Latest heat wave could set records

Heavy rains doused the D.C. area Wednesday morning, slowing the a.m. commute and forcing about a dozen rescues. The floods come after a storm last Thursday downed trees and knocked out power to thousands.
By Martin Weil
Washington Post Staff Writer
Sunday, August 29, 2010

Forecasts predict that Sunday's temperatures in Washington will again reach the 90s, starting a new heat wave that could run at least through the end of the month and set not one -- but two -- records.

Through Saturday, the average temperature for this month has been close to 80 degrees. Highs in the 90s through Tuesday would raise the average.

It could also make 2010 the first year in the city's recorded weather history to have three months with average temperatures of 80 or higher. Few years have had two such months.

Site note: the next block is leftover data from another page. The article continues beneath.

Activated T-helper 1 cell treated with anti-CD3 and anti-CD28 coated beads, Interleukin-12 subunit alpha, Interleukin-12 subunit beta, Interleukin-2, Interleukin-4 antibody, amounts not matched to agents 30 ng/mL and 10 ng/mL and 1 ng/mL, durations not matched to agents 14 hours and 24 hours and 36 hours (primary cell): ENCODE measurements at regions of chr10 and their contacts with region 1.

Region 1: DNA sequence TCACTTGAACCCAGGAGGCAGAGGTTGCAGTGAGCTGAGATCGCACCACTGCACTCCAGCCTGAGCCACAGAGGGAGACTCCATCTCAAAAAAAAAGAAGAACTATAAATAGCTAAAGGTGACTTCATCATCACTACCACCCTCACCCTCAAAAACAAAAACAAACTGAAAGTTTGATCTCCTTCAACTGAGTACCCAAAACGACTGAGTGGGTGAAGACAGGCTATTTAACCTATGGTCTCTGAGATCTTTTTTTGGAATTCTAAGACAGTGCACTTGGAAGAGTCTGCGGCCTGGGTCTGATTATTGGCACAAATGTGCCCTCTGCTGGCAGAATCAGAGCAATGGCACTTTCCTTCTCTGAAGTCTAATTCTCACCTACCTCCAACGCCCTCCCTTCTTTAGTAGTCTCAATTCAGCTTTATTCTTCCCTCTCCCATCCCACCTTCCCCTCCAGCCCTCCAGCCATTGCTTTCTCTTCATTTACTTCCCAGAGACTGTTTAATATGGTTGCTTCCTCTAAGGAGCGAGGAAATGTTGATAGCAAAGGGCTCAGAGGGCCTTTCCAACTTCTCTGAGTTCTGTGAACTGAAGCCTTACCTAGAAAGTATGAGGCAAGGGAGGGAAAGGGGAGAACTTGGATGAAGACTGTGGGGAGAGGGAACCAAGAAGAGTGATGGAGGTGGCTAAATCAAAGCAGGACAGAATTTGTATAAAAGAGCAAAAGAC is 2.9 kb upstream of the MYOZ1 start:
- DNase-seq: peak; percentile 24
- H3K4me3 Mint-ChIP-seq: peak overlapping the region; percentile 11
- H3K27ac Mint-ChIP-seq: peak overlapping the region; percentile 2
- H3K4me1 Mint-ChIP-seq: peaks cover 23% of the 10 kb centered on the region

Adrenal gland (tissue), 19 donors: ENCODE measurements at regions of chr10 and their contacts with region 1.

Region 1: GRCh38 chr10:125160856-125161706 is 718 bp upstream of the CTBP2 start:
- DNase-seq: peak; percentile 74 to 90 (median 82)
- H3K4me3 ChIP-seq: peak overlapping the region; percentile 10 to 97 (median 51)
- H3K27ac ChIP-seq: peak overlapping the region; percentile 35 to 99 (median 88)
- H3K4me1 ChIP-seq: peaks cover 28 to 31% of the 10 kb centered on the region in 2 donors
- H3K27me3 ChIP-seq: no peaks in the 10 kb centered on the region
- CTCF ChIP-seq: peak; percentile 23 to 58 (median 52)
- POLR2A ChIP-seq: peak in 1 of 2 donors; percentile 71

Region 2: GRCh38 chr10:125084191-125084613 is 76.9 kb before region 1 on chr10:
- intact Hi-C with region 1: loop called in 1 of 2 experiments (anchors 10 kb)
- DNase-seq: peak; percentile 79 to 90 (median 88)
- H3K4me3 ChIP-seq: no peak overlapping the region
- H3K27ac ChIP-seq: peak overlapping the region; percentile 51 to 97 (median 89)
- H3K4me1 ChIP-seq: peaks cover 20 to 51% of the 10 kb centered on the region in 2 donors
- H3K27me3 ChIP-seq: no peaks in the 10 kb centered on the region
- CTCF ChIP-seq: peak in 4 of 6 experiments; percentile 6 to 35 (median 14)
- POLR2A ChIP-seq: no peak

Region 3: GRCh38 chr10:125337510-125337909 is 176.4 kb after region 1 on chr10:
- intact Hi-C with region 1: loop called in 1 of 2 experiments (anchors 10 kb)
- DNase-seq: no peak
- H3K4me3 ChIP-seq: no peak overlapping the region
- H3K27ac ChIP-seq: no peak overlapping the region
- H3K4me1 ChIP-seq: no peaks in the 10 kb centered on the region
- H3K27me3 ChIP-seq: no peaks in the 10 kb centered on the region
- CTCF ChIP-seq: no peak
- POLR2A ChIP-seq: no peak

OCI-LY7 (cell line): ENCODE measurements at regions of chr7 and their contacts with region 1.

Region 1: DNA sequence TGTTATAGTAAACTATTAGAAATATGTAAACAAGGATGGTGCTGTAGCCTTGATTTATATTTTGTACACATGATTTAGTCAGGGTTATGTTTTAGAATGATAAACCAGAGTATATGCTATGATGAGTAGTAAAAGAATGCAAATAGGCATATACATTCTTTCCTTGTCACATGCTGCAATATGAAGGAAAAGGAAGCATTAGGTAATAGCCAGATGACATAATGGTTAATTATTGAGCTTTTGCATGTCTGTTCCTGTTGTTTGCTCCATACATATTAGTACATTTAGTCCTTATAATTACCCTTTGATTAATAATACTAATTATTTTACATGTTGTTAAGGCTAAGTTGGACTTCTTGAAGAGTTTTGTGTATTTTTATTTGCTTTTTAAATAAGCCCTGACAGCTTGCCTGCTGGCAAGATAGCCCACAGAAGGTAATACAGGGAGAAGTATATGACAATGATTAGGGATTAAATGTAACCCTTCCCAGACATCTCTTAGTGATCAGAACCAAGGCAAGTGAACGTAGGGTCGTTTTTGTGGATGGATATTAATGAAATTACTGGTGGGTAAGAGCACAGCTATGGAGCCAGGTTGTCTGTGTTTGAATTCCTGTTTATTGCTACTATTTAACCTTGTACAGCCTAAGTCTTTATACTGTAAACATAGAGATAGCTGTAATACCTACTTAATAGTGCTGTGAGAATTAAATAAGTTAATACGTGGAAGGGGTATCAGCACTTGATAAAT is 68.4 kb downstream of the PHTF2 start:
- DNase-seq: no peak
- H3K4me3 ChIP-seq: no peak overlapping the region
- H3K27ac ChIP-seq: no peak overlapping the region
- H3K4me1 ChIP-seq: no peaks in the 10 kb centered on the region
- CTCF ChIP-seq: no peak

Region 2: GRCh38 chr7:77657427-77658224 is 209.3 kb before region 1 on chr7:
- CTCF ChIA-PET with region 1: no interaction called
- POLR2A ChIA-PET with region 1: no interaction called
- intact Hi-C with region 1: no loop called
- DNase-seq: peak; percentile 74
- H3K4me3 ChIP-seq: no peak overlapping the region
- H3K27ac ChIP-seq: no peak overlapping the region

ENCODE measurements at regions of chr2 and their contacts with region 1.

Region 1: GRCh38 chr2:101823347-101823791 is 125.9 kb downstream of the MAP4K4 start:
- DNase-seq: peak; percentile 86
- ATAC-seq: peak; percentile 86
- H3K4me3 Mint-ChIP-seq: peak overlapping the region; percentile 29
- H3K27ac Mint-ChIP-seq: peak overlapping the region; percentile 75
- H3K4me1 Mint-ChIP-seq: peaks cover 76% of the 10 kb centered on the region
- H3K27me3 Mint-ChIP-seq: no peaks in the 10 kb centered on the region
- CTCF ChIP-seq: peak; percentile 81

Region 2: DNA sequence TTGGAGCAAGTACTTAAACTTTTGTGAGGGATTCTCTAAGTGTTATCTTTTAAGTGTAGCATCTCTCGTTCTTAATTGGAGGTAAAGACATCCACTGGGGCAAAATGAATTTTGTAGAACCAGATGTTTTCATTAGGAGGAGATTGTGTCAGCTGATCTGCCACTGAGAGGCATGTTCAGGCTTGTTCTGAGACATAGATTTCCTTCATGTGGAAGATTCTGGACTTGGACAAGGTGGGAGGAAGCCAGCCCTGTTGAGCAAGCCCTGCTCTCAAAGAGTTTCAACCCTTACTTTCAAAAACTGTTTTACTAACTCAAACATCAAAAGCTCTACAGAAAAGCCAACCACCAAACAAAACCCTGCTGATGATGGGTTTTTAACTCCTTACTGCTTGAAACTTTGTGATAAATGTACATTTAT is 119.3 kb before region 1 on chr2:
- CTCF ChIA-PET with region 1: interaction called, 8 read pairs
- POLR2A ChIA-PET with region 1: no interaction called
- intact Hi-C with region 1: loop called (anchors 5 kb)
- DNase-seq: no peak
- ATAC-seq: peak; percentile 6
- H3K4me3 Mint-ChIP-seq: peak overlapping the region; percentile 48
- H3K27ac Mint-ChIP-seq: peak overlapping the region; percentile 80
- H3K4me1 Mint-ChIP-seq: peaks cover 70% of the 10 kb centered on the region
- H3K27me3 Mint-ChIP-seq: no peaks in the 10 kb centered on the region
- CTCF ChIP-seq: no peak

There's also another record that could fall. Preliminary figures from the Northeast Regional Climate Center at Cornell University show 28 cities from Washington, D.C., to Caribou, Maine, set record highs for average temperature from March through August.

The records are expected to stand with the remaining days of August forecast to be hot.

Art DeGaetano of the climate center says the average temperature during spring and summer in Manhattan's Central Park is up by 5 degrees, to 67.5.

Meteorologists often consider summer to run from June 1 to Aug. 31. By this standard, this summer could be Washington's hottest since the National Weather Service records began in 1871.

Saturday fell short of starting the new spell of 90-degree temperatures by just one degree.

With an 89-degree high and two major demonstrations being held, D.C. fire and rescue personnel reported treating more than 300 people, with more than 40 taken to hospitals.

When the historic March on Washington was held Aug. 28, 1963, the high was 83.

A news account said more than 1,700 were treated, with more than 50 sent to hospitals.

The Associated Press contributed to this report.

© 2010 The Washington Post Company